What is Windrush Day and how will the 75th anniversary be marked?
Events are taking place on Windrush Day to mark the 75th anniversary of the arrival of the first ship carrying Caribbean families to the UK to help fill the need for more workers after the Second World War.
Here is all you need to know:
– What is the Windrush?
The HMT Empire Windrush first docked in England on June 22 1948 at Tilbury Docks in Essex, bringing people from the Caribbean who answered Britain’s call to help fill post-war labour shortages.
– What is the scandal associated with it?
In April 2018 it emerged that some immigrants who arrived legally in the UK between the late 1940s and early 1970s were facing deportation and being denied access to healthcare due to paperwork issues.
Officials were forced to defend a decision to destroy thousands of landing card slips recording the arrival of Windrush generation immigrants into the UK.
The Home Office apologised, Amber Rudd lost her job as home secretary and Sajid Javid was drafted in, becoming the first person from an ethnic minority background to head the Home Office.
– Whose fault was it?
A 2020 report said the scandal was “foreseeable and avoidable” and victims were let down by “systemic operational failings” at the Home Office.
Campaigner Patrick Vernon said the fallout should be referred to as the Home Office scandal rather than the Windrush scandal.
The author of the Windrush Lessons Learned Review, Wendy Williams, described a “culture of disbelief and carelessness” at the department which she said was “born out of a conviction that the hostile environment policy would be effective, was effective, and should be pursued at all costs”.
She said the Windrush group had been “trapped by the hostile environment policy net”.
Ms Williams made 30 recommendations including for Home Office ministers to admit that serious harm was inflicted on people who are British and to provide an “unqualified apology” to those affected and the wider black African-Caribbean community.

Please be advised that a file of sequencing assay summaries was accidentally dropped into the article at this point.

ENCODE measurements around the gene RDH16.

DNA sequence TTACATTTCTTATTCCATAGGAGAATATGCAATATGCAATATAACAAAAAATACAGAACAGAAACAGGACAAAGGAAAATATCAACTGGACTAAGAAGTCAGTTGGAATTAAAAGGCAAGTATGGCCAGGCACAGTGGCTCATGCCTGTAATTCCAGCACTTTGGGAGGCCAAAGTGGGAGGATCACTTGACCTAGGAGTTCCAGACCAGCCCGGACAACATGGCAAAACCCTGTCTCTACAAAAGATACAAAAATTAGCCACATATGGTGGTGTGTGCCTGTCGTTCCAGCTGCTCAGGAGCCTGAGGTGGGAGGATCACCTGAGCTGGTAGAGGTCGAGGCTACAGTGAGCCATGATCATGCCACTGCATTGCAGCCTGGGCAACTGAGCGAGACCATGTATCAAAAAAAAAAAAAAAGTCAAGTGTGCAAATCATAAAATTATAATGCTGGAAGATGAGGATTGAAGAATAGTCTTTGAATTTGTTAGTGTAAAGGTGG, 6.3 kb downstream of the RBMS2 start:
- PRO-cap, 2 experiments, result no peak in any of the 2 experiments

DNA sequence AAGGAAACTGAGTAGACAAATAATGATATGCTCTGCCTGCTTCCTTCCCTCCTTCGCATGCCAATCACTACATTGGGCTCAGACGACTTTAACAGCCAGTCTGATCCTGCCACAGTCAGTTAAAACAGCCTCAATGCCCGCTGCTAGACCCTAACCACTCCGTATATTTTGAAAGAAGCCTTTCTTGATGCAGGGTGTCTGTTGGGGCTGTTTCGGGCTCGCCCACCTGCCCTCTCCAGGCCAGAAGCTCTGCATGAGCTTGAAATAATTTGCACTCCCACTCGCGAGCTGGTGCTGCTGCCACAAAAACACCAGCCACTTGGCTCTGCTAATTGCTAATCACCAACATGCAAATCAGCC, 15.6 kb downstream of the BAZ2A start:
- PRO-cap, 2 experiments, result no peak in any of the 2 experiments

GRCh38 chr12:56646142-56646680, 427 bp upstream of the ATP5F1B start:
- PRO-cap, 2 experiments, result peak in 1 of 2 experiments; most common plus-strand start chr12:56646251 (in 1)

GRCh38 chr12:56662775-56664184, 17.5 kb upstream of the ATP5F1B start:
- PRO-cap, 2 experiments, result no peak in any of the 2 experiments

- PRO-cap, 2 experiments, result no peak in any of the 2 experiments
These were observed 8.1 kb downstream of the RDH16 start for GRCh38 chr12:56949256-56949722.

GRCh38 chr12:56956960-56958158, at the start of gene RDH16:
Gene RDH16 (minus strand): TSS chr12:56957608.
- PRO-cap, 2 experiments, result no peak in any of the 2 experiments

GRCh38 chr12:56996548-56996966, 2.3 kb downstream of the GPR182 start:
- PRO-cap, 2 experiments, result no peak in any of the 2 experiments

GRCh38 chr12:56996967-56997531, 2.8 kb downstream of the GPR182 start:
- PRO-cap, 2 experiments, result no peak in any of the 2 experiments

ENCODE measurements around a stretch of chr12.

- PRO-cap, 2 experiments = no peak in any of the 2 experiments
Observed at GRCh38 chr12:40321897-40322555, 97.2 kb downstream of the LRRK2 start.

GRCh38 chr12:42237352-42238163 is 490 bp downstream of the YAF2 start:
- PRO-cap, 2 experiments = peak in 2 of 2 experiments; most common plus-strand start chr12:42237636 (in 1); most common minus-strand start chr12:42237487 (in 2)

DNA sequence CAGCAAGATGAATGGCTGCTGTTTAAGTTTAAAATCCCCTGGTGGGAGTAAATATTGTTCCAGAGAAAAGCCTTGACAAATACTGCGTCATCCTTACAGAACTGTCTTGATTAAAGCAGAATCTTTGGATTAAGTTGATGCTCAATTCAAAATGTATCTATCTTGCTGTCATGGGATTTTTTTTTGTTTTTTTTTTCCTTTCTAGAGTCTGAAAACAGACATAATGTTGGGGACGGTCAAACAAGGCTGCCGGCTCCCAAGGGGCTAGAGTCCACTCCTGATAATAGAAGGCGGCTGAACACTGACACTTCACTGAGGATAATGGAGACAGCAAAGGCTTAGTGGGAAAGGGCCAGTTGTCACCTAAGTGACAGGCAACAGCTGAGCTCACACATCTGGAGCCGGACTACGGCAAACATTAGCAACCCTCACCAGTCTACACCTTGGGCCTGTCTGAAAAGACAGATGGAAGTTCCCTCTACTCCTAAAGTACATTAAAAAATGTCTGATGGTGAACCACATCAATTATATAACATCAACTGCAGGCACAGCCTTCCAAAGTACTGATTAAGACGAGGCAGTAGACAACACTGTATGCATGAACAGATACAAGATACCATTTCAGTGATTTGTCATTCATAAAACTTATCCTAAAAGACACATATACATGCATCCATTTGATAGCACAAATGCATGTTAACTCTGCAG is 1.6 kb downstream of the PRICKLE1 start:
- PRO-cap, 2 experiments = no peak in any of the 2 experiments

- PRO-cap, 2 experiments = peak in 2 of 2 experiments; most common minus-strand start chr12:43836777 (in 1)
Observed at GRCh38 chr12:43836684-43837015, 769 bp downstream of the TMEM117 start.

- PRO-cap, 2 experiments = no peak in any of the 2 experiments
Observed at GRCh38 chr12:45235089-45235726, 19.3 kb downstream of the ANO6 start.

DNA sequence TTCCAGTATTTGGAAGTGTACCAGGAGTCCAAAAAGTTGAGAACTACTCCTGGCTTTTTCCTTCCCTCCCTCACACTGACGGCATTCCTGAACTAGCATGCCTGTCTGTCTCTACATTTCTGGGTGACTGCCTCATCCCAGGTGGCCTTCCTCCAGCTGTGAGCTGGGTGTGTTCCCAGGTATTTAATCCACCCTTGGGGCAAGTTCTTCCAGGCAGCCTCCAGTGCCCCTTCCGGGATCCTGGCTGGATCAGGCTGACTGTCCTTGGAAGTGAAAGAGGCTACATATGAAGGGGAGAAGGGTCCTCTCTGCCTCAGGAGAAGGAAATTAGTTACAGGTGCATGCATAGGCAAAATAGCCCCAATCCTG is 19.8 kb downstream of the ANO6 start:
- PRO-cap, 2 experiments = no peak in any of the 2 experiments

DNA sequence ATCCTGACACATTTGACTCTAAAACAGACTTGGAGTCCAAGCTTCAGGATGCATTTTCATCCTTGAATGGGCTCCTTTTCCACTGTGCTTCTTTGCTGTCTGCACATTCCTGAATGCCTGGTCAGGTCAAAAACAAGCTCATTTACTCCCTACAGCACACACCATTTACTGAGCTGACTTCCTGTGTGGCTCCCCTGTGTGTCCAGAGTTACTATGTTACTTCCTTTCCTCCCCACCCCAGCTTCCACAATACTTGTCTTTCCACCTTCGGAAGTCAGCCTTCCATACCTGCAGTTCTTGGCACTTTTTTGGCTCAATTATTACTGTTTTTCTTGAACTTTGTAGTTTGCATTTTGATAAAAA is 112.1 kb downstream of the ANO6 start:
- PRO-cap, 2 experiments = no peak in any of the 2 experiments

Other recommendations included commissioning a full review and evaluation of the hostile environment policy and that the Home Office should establish an overarching strategic race advisory board.
– Have all the recommendations been accepted?
They were, but then they weren’t.
All were originally accepted by Priti Patel when she was home secretary.
But in January it emerged Home Secretary Suella Braverman had decided to drop three of the 30, something Windrush campaigners called a “slap in the face”.
The Government has been criticised for deciding against recommendations to establish a migrants’ commissioner; increase powers of the independent chief inspector of borders and immigration; and to hold reconciliation events.
Ms Braverman has defended this move, telling ITV on the eve of the Windrush 75 anniversary: “We are exposing ourselves to heightened and incredibly rigorous levels of scrutiny. We have an independent examiner of complaints, a body that’s been recently instituted, which is there to examine and provide checks and balances on our system.”
– Have people been compensated for the effects on their lives?
When she was prime minister, Theresa May announced a compensation scheme to pay those affected.
The scheme is available to people of all ages and nationalities, including those from African, Asian and Caribbean backgrounds who had suffered due to being unable to prove their legal right to live in the UK.
Victims need to submit a claim form and evidence to support their application.
Compensation starts at a minimum of £10,000 and can go up to £100,000 or more.
– Has it been successful?
The latest Government figures show that as of May £75.0 million had been offered, with £62.7 million of that paid out.
But the scheme has faced criticism for being complex, too slow and inefficient.
Analysis by the PA news agency of the most up-to-date figures published on Wednesday showed that of the 2,138 claims in progress as of May, 302 (14%) had been in the system for at least 12 months, including 154 for more than 18 months.
The Home Office has said it remains “absolutely committed to righting the wrongs of the Windrush scandal” but recognised there is “more to do” when it comes to the compensation scheme.
Home Secretary Suella Braverman said changes had been made to simplify the scheme for users.
She also maintained it should be kept under the Home Office remit, despite calls to have it handled independently due to a belief there remains a lack of faith in the department among victims of the scandal.
– How is Windrush 75 being marked?
Events are taking place across the country including in Birmingham, Leeds, Manchester, Bradford, Bristol, Ipswich, Edinburgh and Cardiff.
The Windrush flag is being raised in more than 200 locations including at the Houses of Parliament and the Home Office; all Network Rail stations; more than 20 hospitals and NHS sites; around 50 local authorities; and at dozens of churches, schools, universities, theatres and community organisations.
The King is attending a service in Windsor for young people, while a separate thanksgiving service will be held at Southwark Cathedral.
A day-long programme of events is taking place at the Port of Tilbury in Essex, where Windrush first arrived – including a dawn chorus performed by schoolchildren and a steel pan band welcoming 100 NHS workers and 100 people with Windrush connections who are due to arrive by Thames Clipper in the afternoon.